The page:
You may not believe me when I write this, but then again you may find it incredibly easy to believe given what has come before. The Do-Over is arguably Adam Sandler’s best film in close to a decade, and I mean that with complete sincerity. It’s nowhere near perfect (not by a long shot), but compared to complete misfires The Ridiculous Six and Blended, The Do-Over might as well be heralded as fine art. That is, as long as your idea of fine art includes watching a grown man perform fellatio on his fingers in order to please the sexual desires of a heartbroken, homosexual biker.
Charlie McMillan (David Spade) is living the life most people dread. Now decades away from his youth, Charlie is still driving the same car he had in high school, working at the same bank within a grocery store, and his wife, the former prom queen (Natasha Leggero), walks all over him. On the night of their high school reunion, Charlie bumps into his old best friend Max (Adam Sandler), and the two quickly hit it off. Charlie tells of his mundane life, while Max explains how he’s become an FBI agent who isn’t afraid to pull a trigger whenever necessary. It’s clear Charlie envies his long lost friend, which is probably why he doesn’t hesitate to drop everything when Max asks him to hang out several days later. The two climb about a yacht, drive to the middle of the ocean, and pass out—or at least that’s what Charlie believes has happened.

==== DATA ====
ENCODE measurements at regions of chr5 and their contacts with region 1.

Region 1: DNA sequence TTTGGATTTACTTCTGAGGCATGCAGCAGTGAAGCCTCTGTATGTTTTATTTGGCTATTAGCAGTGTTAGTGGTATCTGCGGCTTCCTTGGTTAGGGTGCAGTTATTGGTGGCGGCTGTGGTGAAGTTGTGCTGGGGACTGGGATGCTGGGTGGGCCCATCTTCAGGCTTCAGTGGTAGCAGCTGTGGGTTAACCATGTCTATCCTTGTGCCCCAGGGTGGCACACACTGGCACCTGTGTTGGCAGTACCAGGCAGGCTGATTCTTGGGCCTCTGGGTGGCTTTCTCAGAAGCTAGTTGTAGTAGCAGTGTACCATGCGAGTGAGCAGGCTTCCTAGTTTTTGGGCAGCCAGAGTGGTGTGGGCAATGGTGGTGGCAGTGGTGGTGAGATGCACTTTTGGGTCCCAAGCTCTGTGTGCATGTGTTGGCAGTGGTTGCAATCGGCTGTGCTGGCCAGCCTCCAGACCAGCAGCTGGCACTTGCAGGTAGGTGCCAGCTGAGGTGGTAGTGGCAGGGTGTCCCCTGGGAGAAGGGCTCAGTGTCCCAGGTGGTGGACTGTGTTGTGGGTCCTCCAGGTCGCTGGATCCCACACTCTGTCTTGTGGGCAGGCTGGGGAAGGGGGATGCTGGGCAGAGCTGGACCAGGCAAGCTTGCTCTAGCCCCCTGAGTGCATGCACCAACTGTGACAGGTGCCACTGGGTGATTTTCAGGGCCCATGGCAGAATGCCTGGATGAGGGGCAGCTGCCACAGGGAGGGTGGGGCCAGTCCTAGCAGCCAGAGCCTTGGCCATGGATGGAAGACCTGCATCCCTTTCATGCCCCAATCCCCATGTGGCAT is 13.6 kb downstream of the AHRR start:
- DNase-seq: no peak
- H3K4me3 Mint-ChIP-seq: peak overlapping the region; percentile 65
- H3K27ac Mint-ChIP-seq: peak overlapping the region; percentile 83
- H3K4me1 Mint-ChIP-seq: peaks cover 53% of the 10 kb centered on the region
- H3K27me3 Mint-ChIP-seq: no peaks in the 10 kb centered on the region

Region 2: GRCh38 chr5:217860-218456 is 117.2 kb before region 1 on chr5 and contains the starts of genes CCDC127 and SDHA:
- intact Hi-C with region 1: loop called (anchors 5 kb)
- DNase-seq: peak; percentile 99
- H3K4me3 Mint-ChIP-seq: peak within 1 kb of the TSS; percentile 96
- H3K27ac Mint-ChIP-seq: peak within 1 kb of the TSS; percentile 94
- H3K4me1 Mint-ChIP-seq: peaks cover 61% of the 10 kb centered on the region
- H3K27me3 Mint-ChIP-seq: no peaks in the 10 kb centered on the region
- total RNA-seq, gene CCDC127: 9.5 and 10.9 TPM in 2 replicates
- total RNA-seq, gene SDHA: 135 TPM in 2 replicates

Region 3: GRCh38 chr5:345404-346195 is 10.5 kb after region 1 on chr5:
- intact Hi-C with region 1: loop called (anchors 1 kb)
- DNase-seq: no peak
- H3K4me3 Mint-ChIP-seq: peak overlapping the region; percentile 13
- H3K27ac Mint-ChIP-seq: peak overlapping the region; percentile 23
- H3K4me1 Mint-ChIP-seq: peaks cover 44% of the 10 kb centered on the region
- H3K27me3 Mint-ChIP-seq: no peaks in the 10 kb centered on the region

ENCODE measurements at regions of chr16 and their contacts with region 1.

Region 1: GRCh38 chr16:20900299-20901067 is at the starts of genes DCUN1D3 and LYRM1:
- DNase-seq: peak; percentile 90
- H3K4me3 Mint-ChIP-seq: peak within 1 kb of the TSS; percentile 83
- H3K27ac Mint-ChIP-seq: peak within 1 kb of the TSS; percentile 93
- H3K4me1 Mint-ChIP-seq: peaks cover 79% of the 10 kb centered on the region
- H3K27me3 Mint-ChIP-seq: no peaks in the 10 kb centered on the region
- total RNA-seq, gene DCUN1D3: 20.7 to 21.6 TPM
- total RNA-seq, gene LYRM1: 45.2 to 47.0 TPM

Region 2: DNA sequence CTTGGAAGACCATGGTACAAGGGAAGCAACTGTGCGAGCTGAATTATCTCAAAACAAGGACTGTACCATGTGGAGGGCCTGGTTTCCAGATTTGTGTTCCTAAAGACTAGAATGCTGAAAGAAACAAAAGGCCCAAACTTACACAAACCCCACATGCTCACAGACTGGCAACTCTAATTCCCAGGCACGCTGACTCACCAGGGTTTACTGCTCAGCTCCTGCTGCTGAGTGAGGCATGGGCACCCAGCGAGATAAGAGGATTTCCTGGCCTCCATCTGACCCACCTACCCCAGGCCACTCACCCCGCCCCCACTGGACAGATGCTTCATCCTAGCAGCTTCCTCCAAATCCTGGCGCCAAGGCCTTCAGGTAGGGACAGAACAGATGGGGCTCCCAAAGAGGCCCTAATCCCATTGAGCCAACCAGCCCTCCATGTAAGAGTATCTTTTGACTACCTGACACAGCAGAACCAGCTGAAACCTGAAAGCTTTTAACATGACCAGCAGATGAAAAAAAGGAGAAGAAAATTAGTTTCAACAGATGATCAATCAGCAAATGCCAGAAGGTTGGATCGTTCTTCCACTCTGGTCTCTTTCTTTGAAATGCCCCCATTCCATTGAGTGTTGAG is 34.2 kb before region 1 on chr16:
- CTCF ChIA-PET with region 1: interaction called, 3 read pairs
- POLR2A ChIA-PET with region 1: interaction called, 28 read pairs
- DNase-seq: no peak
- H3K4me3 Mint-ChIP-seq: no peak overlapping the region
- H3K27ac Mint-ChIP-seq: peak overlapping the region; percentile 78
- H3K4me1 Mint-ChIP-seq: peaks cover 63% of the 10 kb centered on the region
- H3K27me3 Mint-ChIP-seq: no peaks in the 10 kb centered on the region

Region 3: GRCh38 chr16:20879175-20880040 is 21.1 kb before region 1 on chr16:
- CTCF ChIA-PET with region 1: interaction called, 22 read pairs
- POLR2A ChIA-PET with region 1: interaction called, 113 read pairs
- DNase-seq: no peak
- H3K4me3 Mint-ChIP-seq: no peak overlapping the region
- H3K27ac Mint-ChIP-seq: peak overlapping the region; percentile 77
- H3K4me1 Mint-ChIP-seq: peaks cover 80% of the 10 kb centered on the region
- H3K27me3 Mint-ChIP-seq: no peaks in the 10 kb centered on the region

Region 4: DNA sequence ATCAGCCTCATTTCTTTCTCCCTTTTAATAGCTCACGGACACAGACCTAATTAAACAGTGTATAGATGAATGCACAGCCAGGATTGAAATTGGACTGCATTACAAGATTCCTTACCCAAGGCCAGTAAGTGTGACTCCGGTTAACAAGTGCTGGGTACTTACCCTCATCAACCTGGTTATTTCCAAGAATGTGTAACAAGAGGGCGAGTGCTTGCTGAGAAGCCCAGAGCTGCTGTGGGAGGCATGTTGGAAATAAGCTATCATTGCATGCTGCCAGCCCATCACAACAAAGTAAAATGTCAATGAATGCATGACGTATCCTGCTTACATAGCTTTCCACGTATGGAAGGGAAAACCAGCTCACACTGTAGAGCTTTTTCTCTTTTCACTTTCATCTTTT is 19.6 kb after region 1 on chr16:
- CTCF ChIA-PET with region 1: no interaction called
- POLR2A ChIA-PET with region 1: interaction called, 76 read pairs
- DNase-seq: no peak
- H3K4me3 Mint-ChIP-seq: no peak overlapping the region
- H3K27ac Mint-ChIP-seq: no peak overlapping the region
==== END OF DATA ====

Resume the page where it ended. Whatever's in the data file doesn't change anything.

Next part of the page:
The very next day, Charlie awakes to find himself bound to a bed in a hotel room he doesn’t recognize. Max, sitting just feet away, greets his friend and explains that he has solved all their problems by faking their deaths. Max has also secured them both new names by lifting identification from a pair of corpses, as well as their belongings. The items included lead the pair to Puerto Rico, where they uncover a large sum of money and an even larger house, but things turn from great to terrible when Charlie and Max realize their new names are connected to men who are wanted by a group of assassins that will stop at nothing to ensure they are dead.